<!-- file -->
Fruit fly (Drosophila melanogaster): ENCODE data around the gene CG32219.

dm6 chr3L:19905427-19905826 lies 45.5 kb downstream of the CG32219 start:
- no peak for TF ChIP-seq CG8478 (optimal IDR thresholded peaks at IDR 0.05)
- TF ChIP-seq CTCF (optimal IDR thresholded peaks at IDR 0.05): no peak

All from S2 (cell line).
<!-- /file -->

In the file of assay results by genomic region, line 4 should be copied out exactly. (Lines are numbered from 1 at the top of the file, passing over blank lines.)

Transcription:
- TF ChIP-seq CTCF (optimal IDR thresholded peaks at IDR 0.05): no peak